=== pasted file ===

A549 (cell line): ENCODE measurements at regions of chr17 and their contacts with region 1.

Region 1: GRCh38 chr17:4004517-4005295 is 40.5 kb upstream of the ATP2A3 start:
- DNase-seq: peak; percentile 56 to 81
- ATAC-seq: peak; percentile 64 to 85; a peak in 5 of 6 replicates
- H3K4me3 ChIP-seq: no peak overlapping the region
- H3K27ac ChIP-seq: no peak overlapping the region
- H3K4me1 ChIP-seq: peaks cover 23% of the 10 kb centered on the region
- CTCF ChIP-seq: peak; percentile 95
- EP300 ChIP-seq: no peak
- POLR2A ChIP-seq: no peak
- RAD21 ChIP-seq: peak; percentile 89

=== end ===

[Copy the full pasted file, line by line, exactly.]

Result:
A549 (cell line): ENCODE measurements at regions of chr17 and their contacts with region 1.

Region 1: GRCh38 chr17:4004517-4005295 is 40.5 kb upstream of the ATP2A3 start:
- DNase-seq: peak; percentile 56 to 81
- ATAC-seq: peak; percentile 64 to 85; a peak in 5 of 6 replicates
- H3K4me3 ChIP-seq: no peak overlapping the region
- H3K27ac ChIP-seq: no peak overlapping the region
- H3K4me1 ChIP-seq: peaks cover 23% of the 10 kb centered on the region
- CTCF ChIP-seq: peak; percentile 95
- EP300 ChIP-seq: no peak
- POLR2A ChIP-seq: no peak
- RAD21 ChIP-seq: peak; percentile 89